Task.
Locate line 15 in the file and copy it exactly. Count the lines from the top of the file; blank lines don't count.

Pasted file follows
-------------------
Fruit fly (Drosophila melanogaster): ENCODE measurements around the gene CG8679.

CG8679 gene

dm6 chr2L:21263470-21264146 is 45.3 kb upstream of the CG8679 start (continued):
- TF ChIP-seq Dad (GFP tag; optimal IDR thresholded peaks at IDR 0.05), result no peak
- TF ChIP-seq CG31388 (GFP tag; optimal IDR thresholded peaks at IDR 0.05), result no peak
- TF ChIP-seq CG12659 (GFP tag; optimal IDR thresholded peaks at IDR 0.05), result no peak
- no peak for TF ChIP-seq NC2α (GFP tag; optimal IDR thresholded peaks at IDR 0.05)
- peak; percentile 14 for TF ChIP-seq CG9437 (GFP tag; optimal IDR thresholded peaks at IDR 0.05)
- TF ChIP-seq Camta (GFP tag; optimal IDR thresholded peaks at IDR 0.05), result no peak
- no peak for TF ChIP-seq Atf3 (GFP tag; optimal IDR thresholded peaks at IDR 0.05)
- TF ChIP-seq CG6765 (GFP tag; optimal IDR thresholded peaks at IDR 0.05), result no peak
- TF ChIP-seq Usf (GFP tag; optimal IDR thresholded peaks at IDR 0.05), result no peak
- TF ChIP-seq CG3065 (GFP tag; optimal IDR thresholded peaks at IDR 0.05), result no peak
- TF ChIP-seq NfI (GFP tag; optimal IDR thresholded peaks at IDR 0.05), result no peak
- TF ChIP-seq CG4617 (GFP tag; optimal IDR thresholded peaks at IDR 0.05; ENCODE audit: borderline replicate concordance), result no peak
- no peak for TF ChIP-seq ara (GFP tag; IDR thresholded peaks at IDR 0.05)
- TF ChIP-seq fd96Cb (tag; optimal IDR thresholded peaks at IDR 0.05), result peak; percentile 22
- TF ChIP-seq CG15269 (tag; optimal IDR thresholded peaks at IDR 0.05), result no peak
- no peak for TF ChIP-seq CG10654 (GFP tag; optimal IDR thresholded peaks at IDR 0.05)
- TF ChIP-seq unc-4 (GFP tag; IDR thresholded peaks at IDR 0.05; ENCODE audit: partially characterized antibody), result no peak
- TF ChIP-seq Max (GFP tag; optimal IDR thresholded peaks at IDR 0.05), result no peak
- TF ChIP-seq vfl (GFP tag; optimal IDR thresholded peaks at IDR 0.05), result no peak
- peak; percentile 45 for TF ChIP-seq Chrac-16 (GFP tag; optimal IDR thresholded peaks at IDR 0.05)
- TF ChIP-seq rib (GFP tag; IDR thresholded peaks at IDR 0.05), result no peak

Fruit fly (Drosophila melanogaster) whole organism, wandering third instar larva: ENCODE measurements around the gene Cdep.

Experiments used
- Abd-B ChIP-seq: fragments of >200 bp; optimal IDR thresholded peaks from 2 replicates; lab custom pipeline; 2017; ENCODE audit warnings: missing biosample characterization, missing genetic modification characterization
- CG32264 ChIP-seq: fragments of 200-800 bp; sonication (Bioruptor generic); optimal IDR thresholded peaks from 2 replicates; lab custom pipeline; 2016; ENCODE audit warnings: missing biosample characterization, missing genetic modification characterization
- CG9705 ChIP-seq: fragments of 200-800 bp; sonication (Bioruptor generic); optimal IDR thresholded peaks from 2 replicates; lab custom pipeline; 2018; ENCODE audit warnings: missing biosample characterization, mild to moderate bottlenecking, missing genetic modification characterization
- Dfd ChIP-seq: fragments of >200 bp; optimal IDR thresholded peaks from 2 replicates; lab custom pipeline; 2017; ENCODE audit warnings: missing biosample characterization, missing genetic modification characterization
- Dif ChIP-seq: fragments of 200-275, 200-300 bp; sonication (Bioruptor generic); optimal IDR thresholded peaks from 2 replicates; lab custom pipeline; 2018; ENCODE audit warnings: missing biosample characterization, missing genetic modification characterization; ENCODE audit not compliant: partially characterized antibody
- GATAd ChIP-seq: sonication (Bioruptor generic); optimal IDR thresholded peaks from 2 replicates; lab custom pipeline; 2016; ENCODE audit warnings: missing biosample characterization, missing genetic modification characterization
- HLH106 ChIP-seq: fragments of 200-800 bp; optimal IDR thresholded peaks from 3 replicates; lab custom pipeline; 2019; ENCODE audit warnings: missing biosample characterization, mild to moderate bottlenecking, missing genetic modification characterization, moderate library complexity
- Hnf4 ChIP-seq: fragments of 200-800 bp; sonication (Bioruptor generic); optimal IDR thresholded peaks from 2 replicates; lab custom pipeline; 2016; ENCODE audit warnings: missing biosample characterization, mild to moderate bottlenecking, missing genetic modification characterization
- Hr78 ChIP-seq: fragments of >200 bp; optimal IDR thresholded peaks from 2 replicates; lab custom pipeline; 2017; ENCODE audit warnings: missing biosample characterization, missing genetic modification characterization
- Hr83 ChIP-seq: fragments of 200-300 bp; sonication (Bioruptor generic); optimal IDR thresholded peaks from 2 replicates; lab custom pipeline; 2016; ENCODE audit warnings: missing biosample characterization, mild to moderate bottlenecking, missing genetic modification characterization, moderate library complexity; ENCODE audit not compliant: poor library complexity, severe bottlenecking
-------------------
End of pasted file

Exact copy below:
- TF ChIP-seq CG4617 (GFP tag; optimal IDR thresholded peaks at IDR 0.05; ENCODE audit: borderline replicate concordance), result no peak